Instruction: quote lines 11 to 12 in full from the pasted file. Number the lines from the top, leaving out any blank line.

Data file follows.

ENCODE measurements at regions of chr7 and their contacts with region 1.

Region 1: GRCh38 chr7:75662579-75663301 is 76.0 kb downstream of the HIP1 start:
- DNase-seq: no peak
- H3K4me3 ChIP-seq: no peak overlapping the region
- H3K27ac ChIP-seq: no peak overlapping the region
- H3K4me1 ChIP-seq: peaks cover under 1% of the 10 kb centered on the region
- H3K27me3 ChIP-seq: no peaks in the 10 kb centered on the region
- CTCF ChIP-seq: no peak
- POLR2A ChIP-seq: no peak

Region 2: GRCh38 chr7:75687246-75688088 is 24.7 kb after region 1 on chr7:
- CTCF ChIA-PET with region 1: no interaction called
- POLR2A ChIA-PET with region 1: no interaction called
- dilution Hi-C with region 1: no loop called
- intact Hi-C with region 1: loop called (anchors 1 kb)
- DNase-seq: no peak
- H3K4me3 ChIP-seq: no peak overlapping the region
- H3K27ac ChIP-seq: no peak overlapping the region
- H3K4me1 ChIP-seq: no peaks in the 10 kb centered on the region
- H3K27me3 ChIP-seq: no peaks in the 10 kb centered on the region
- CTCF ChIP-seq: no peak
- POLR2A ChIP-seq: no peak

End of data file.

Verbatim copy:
- CTCF ChIA-PET with region 1: no interaction called
- POLR2A ChIA-PET with region 1: no interaction called